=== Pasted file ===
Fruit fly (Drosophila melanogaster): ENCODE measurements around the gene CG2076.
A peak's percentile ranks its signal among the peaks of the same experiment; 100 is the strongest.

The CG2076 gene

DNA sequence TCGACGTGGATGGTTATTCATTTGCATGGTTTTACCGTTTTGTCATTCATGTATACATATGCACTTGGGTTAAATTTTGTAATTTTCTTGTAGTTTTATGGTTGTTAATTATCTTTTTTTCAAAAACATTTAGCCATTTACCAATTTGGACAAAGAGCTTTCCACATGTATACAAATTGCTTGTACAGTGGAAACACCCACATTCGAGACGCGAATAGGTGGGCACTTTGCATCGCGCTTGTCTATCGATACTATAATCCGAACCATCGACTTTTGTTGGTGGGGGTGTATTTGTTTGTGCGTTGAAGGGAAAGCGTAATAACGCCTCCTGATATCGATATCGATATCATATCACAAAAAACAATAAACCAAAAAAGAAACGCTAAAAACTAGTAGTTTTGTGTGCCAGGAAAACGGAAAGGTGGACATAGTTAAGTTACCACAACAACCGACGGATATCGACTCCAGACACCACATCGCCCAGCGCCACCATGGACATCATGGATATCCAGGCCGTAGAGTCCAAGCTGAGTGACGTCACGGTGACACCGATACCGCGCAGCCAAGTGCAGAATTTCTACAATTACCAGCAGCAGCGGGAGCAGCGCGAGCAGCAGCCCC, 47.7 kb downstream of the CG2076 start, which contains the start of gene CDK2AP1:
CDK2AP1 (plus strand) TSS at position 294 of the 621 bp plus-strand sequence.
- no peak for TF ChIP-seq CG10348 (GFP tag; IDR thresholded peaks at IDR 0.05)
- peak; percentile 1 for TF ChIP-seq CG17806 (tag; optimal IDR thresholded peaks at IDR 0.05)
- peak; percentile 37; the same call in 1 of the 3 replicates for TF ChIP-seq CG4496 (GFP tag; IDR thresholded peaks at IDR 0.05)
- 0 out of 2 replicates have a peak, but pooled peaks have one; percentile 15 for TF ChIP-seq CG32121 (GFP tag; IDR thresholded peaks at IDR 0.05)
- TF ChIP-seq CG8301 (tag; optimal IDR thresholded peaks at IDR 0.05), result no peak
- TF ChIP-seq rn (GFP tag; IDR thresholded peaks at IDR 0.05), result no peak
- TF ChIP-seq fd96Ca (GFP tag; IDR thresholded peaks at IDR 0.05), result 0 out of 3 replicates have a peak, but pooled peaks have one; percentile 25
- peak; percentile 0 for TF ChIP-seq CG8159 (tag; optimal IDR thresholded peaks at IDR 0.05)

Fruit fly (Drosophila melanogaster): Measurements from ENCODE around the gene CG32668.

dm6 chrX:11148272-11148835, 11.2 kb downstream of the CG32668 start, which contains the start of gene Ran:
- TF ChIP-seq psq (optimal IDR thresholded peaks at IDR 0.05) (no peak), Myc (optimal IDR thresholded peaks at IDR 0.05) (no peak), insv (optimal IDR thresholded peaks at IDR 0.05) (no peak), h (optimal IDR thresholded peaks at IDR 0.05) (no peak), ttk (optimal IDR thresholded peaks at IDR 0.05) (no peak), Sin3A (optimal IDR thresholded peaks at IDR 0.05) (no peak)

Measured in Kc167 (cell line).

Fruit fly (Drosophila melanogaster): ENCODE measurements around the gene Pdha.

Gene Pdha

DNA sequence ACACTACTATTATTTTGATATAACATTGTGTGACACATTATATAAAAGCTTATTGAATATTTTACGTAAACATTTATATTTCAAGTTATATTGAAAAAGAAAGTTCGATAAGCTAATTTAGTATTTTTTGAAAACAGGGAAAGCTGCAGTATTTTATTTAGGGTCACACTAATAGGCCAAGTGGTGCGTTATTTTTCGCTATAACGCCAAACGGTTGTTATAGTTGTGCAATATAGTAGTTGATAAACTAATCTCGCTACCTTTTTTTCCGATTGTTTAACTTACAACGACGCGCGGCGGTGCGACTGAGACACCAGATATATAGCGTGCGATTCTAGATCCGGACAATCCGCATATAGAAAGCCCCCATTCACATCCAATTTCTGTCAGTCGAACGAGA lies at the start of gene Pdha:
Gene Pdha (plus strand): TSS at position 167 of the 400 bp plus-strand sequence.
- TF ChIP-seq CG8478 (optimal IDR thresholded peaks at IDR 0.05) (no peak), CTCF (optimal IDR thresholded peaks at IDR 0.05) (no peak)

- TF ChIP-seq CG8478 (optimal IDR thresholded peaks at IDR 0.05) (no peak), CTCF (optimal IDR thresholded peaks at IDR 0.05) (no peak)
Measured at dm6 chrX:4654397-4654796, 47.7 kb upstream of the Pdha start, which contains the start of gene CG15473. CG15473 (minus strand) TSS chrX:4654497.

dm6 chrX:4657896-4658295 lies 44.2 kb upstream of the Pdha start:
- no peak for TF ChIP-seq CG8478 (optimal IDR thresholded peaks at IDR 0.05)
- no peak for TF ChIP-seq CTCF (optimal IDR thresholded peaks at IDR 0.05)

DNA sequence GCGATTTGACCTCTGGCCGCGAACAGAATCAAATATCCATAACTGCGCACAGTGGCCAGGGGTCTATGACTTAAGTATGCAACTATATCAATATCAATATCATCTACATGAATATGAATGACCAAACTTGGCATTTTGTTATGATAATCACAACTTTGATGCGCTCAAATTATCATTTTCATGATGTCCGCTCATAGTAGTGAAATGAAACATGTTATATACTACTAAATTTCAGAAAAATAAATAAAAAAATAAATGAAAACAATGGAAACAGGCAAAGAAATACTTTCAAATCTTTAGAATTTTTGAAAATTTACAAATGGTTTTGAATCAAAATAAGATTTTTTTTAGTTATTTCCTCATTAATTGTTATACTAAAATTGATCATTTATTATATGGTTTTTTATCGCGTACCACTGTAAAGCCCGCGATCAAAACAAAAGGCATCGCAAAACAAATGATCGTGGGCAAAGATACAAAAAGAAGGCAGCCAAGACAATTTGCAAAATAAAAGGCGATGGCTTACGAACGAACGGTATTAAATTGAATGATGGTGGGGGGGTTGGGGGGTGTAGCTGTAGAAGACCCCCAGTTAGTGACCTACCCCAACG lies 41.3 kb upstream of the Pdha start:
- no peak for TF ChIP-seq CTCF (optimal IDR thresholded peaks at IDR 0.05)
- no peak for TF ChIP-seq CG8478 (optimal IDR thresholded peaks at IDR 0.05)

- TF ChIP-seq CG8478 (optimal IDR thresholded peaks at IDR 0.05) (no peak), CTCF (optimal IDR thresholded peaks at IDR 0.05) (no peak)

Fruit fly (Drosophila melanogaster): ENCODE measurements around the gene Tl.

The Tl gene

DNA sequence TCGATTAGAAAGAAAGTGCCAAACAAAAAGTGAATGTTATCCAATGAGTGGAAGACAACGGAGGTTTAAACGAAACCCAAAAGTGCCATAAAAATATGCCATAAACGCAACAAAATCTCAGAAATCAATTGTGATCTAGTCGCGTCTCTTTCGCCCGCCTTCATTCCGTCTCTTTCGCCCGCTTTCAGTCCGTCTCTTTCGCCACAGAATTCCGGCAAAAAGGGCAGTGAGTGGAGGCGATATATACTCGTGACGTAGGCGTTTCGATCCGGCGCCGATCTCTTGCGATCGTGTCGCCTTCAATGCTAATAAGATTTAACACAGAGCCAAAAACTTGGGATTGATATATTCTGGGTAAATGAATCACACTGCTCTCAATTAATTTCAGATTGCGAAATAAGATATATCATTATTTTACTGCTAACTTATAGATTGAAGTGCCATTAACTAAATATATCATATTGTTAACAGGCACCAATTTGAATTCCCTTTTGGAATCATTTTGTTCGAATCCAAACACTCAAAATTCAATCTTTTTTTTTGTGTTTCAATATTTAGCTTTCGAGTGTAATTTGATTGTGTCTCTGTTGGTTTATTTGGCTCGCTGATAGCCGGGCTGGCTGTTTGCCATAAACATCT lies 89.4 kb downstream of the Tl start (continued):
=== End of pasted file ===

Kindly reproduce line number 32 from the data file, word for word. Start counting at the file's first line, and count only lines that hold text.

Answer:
Fruit fly (Drosophila melanogaster): ENCODE measurements around the gene Tl.